Time to crowd out the PA announcer

Mon, Nov 12, 2012, 00:00

ALL IN THE SCRUM:Stadium PA announcers; you can’t listen to them and you can’t shoot them.

On Saturday evening at the Aviva Stadium the tannoy announcements were particularly intrusive, both if terms of the decibel levels and also the fact that the spectators were treated like crèche goers.

Asking people to cheer is the lowest common denominator in trying to create an atmosphere unless you’re appealing to five-year-olds and even they are likely to be less than impressed. Shrieking into a microphone with an intensity completely at odds with the message is just plain irritating.

People will involve themselves vocally based on what they see on the pitch; not because a microphone tells them to. This column is thinking of starting a petition to limit tannoy proclamations to team announcements, replacements, the man of the match award, an attendance figure and any safety issues. All together now . . .

Collins a hooker

Speed, fearlessness, stamina and pugnacity are obvious qualities that will stand to the modern rugby hooker and will allow him to thrive in the the set piece and the breakdown.

Lansdowne hooker Steve Collins might not have any direct rugby bloodlines but there’s no doubting both his sporting pedigree and the suggestion that he is capable of dealing with the rough and tumble of the sport.

His father Steve is the former super-middleweight world boxing champion. His uncle Roddy is of soccer renown and another uncle Paschal, has also fought and now trains boxers.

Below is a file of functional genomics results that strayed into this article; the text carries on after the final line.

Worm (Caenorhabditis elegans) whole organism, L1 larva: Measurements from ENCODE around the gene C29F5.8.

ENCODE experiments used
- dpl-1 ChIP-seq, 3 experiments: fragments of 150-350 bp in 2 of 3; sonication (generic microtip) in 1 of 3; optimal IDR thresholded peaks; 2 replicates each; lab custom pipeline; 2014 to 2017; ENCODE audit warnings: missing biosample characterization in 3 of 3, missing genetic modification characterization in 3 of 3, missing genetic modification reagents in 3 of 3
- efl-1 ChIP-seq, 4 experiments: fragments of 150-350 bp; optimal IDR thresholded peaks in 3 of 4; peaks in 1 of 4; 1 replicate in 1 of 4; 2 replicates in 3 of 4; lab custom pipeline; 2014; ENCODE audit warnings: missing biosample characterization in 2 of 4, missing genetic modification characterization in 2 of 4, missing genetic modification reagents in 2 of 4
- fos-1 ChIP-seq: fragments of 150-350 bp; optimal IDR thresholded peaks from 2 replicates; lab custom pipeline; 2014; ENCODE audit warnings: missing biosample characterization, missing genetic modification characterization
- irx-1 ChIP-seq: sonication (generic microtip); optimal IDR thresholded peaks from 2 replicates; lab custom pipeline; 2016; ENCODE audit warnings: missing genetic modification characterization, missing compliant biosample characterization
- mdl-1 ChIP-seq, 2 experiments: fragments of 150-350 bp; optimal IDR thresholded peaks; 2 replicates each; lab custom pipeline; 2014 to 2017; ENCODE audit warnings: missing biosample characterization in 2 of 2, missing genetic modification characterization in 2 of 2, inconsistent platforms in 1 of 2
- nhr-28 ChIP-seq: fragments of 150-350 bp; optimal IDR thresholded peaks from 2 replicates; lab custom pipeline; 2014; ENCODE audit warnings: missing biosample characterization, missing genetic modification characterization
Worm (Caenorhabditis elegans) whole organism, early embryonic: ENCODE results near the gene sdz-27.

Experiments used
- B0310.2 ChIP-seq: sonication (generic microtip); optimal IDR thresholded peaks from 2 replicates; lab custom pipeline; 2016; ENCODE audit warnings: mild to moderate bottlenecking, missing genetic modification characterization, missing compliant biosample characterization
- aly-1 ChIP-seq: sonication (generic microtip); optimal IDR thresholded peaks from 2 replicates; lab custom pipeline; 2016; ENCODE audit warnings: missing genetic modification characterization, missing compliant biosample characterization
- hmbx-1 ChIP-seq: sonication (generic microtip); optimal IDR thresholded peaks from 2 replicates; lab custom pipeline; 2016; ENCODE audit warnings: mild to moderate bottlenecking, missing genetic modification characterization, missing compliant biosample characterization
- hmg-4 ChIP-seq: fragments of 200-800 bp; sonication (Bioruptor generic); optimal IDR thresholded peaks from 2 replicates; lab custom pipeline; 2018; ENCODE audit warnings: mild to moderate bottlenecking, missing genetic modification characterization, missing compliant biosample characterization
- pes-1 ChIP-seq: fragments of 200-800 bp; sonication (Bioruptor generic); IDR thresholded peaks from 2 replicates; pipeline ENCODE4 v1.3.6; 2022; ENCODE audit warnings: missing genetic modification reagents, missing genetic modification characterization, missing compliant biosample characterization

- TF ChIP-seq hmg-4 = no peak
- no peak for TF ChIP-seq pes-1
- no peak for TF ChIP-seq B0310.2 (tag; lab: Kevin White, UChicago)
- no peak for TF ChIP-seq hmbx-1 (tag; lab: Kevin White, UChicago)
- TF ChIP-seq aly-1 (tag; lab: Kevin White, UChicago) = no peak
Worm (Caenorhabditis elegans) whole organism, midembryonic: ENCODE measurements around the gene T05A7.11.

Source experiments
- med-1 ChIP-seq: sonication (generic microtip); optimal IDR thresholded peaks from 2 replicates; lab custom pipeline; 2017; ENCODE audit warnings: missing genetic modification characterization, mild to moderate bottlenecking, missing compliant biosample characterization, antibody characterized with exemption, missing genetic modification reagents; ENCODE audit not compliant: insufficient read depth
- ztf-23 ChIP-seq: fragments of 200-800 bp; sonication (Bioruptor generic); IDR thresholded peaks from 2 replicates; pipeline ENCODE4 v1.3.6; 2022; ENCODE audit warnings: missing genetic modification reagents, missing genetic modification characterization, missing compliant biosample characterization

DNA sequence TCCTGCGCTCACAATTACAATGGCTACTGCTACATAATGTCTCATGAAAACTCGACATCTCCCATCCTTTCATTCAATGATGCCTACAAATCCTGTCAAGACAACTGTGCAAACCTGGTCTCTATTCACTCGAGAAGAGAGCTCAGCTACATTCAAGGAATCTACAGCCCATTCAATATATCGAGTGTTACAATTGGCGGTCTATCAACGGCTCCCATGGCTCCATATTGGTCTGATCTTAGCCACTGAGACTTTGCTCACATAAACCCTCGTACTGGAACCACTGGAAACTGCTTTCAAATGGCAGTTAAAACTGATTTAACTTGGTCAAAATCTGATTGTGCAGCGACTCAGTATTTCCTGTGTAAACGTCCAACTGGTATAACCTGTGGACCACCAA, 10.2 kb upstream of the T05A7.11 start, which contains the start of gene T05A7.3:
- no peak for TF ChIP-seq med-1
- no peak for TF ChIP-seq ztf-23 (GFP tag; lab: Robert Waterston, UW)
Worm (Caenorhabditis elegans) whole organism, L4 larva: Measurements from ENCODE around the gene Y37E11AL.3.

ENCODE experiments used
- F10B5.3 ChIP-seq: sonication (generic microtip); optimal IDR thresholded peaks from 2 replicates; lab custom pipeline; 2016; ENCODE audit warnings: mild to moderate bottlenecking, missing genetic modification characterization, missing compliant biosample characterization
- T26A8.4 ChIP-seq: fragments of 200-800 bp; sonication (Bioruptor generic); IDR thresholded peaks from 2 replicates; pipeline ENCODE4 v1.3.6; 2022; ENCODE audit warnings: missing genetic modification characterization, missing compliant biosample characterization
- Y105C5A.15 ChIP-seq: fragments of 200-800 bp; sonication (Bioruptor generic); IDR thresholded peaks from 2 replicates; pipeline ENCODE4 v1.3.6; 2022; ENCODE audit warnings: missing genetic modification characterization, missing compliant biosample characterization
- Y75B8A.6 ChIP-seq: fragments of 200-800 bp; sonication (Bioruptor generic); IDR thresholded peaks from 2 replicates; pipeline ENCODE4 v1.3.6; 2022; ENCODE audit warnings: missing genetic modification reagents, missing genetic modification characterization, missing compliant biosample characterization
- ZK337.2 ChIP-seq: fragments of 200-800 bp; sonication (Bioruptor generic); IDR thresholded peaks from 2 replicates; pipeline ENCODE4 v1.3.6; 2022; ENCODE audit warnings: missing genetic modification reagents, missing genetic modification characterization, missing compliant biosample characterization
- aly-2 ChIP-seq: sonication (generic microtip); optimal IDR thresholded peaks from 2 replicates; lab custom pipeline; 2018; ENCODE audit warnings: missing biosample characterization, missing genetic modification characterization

Young Steve is doing well in a Mike Ruddock coached Lansdowne side that has made an impressive start to the season.

Saracens and South Africa hooker Schalk Brits merely confirms that sportspeople often excel across a number of sports and he proved this recently when playing in the European Tour’s Dunhill Links Championship over the St Andrews, Kingsbarn and Carnoustie courses.

Brits in the swing

Amateurs play with professional golfers and this allowed the five handicap Brits to team up with his childhood pal, the former US Masters champion and fellow South African Louis Oosthuizen. Brits spoke warmly on the experience – nerve racking and exhilarating – in the build-up to Saturday’s game between Ireland and the Springboks.

Sign In

Forgot Password?

Sign Up

The name that will appear beside your comments.

Have an account? Sign In

Forgot Password?

Please enter your email address so we can send you a link to reset your password.

Sign In or Sign Up

Thank you

You should receive instructions for resetting your password. When you have reset your password, you can Sign In.

Hello, .

Please choose a screen name. This name will appear beside any comments you post. Your screen name should follow the standards set out in our community standards.

Thank you for registering. Please check your email to verify your account.

We reserve the right to remove any content at any time from this Community, including without limitation if it violates the Community Standards. We ask that you report content that you in good faith believe violates the above rules by clicking the Flag link next to the offending comment or by filling out this form. New comments are only accepted for 3 days from the date of publication.